Cameroon: Marine Resource Protection – Diplomats Urged To Join the Fight

by Feb 16, 2011Marine & Coastal

The Ministry of Environment organized a sensitization meeting in Yaounde on Tuesday to solicit the support and assistance of diplomats.

The Minister of Environment and Nature Protection, Hele Pierre has called on foreign diplomats based in the country to join efforts in protecting the degrading mangrove ecosystems of West African countries which he said were being threatened by growing human activity and climate change.

Opening a one-day sensitization seminar at Yaounde’s Mont Febe Hotel on Tuesday February 15 on “Combating Living Resource Depletion and Coastal Area Degradation in the Guinea Current through Ecosystem-based Regional Actions” organized for the diplomats, the Minister noted that there was urgent need to support the efforts of 16 Central and West African countries that had committed to protecting the large marine resources of their countries in order to live behind a good legacy for future generations.

“The project seeks an integrated approach to resolving the problem that stretches from Angola to Guinea Bissau,” explained the United Nations Industrial Development Organization, UNIDO Resident Representative, Van Rompe. He announced that a conference of stakeholders on the issue to hold in Douala from February 17 to 18 would try to mobilize resources for the implementation of the action plan as well as creating a forum for interaction among partners.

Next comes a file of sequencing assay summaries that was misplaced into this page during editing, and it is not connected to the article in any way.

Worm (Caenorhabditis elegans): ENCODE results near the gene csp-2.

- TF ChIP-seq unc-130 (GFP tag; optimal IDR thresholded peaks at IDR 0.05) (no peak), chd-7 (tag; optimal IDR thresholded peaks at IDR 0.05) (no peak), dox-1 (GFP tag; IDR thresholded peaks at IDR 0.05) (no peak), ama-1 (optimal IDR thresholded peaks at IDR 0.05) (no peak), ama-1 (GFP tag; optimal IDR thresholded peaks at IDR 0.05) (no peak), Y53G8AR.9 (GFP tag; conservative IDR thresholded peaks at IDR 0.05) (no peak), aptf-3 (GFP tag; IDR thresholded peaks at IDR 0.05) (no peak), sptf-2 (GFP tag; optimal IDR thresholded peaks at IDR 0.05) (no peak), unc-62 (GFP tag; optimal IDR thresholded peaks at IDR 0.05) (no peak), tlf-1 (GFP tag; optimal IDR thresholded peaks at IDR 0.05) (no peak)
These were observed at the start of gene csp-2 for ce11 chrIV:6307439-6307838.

It was also revealed that among efforts made since the project’s commencement in 2005 to resolve the issues at stake, were the carrying out of surveys of available fish stocks from Angola to Guinea Bissau and measures taken by various member states to protect their fishery resources. An inventory of degraded habitats has also been carried out and an integrated management approach for such areas adopted by the six founding members of the project.

The project area constitutes one of the most productive marine waters with fishery resources, precious minerals, oil and gas reserves and huge potential for coastal tourism. However, constraints to socio-economic development in the area persist because of high population growth and literacy levels, malnutrition, prevalence of HIV/AIDS, and limited human and institutional capacity in managing natural resources.